Z Street and the IRS

The Z Street case may be what forces the IRS to pull aside its carefully constructed curtain and reveal how it made decisions regarding organizations deemed out of step with the current US administration.

June 5, 2014 21:44
3 minute read.
Settler youth at Ulpana outpost

Settler youth at Ulpana outpost 370. (photo credit: Courtesy Beit El Residents)


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Last spring, the US media were filled with accusations that the Internal Revenue Service was using its power over nonprofits to stifle opposition to the Obama administration.

While congressional efforts to investigate the alleged wrongdoings have been stymied, a decision by a federal judge in Washington may force the IRS to disclose whether a small, staunchly pro-Israel group was victimized.

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Judge Ketanji Brown Jackson of the US District Court for the District of Columbia threw out every legal defense the IRS raised in Z Street v.

Koskinen, IRS Commissioner. She ordered the IRS to provide a substantive answer to Z Street’s complaint by June 26.

Z Street brought its lawsuit for viewpoint discrimination after, it alleges, the IRS agent to whom the organization’s file had been assigned said Z Street’s application for tax exemption might take a long time to process because the IRS “has to give special scrutiny to organizations connected to Israel,” and that the files of some of those applicants “will be sent to a special unit in Washington to determine whether the activities of the organization contradict the public policies of the administration.”

If borne out by the evidence, this would be an astounding violation of free speech rights.

Documents disclosed in response to congressional investigation reveal that the IRS created a special category for review of organizations engaged in “disputed territory advocacy.” A legitimate reason for the IRS to have created such a category is hard to imagine.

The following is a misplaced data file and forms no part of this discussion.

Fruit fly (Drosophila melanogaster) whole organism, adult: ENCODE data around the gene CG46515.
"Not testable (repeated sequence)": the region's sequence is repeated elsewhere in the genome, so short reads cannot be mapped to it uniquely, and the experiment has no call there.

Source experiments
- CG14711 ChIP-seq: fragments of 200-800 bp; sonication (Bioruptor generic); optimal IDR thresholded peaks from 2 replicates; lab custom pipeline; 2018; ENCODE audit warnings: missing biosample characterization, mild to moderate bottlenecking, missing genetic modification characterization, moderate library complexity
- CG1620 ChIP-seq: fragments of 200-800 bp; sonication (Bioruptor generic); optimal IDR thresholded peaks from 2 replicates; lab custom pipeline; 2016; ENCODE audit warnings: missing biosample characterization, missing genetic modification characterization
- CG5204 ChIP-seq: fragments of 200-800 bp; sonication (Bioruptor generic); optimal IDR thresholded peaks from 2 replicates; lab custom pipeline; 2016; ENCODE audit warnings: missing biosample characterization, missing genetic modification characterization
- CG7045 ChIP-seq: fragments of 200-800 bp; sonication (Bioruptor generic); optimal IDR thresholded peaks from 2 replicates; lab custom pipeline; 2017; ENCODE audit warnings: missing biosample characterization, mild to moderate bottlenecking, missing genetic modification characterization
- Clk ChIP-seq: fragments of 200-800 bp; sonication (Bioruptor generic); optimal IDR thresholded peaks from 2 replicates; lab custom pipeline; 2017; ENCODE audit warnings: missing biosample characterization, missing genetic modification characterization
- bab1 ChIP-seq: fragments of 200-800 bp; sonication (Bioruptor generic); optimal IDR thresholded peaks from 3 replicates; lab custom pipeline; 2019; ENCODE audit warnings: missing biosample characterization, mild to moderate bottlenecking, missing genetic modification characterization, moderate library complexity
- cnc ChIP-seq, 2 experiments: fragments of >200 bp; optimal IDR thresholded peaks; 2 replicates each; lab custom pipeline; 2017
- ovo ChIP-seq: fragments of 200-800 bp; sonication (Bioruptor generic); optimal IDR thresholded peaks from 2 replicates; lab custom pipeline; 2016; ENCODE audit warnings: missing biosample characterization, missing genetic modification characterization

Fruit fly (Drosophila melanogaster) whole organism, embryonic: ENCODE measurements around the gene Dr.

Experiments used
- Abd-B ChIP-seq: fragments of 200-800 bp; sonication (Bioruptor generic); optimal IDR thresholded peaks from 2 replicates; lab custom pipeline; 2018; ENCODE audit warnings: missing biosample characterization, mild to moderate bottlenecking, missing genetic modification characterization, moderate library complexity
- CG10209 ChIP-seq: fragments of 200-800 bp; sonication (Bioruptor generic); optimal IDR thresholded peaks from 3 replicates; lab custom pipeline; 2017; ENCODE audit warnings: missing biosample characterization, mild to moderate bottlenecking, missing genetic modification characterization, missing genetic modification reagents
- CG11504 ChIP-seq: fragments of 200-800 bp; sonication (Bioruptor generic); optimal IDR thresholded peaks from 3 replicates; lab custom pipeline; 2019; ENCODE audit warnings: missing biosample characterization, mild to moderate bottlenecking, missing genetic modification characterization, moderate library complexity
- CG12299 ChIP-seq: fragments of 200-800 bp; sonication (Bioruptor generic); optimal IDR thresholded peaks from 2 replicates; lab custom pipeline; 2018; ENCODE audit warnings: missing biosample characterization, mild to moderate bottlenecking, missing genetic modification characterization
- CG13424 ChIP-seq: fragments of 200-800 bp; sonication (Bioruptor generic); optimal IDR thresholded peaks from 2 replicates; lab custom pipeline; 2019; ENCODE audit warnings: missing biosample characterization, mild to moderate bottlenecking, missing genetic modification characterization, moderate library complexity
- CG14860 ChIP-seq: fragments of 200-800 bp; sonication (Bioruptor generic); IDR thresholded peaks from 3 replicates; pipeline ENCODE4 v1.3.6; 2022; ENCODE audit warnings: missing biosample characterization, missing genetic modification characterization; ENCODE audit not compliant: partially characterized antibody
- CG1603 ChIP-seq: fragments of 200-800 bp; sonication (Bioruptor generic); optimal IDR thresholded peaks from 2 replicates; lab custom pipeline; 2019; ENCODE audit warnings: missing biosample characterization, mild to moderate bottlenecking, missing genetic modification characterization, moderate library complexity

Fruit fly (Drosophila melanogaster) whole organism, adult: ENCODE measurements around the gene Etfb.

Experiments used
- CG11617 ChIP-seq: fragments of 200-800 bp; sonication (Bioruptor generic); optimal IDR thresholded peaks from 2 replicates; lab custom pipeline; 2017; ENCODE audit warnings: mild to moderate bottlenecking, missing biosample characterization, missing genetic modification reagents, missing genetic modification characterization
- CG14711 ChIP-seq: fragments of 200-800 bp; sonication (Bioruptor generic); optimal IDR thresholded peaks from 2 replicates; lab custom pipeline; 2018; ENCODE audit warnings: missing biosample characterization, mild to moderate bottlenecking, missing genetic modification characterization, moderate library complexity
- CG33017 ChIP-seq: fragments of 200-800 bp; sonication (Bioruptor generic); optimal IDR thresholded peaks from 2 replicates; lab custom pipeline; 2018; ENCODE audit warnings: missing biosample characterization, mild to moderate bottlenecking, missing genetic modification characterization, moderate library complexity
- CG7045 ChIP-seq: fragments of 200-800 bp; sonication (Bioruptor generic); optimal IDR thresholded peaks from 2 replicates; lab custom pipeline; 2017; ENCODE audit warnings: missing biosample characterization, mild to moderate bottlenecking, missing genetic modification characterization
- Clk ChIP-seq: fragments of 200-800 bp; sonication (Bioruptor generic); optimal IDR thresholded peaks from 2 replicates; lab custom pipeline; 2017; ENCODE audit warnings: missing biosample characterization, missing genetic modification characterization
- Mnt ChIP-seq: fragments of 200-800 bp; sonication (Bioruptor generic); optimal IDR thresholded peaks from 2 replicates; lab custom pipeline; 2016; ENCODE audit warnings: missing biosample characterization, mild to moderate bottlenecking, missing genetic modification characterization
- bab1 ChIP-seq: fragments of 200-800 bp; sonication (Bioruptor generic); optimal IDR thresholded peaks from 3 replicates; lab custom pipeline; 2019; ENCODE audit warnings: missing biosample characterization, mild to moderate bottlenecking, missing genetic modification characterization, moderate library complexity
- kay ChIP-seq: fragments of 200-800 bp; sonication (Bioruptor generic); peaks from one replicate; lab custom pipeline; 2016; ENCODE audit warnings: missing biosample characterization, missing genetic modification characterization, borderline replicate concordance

Judge Jackson stripped away the government’s defenses in a detailed and carefully written opinion.

The essence of the decision is that Z Street was only asking for a constitutionally fair process.

She held that Z Street is entitled to the IRS’s evidence on whether it was receiving such a process.

The judge also ruled that the IRS was wrong to claim it was immune from being hauled into court. The legal doctrine of “sovereign immunity” – literally, the king cannot be sued – is inapplicable when the aggrieved party is alleging the government committed a constitutional violation.

All the many other groups claiming the IRS violated their constitutional rights now have this Z Street ruling to shield them from similar delay tactics by the IRS. It has been four years since Z Street filed its lawsuit and the IRS has not yet filed a single substantive response.

The Z Street case may be what forces the IRS to pull aside its carefully constructed curtain and reveal how it made decisions regarding organizations deemed out of step with the current US administration.

Once the IRS files its response, the investigatory period known as “discovery” will commence in the lawsuit. A lot of people will be paying attention, and so should we.

Perhaps it was J Street – as posted on its website five years ago, or The New York Times or The Washington Post, which coincidentally posted articles making similar suggestions at the same time – that led the IRS to put organizations that support Jewish life beyond the Green Line on a different, more onerous track when seeking tax-exempt status.

But unless Congress makes that decision by changing the law, the IRS is not permitted to punish any organization for its political views, even organizations such as Z Street that support the “settlers” and which do not believe Israel should negotiate with terrorists.

Because if the IRS has been permitted to do that, the United States is a very different place than we thought it was, and every viewpoint is potentially in danger.

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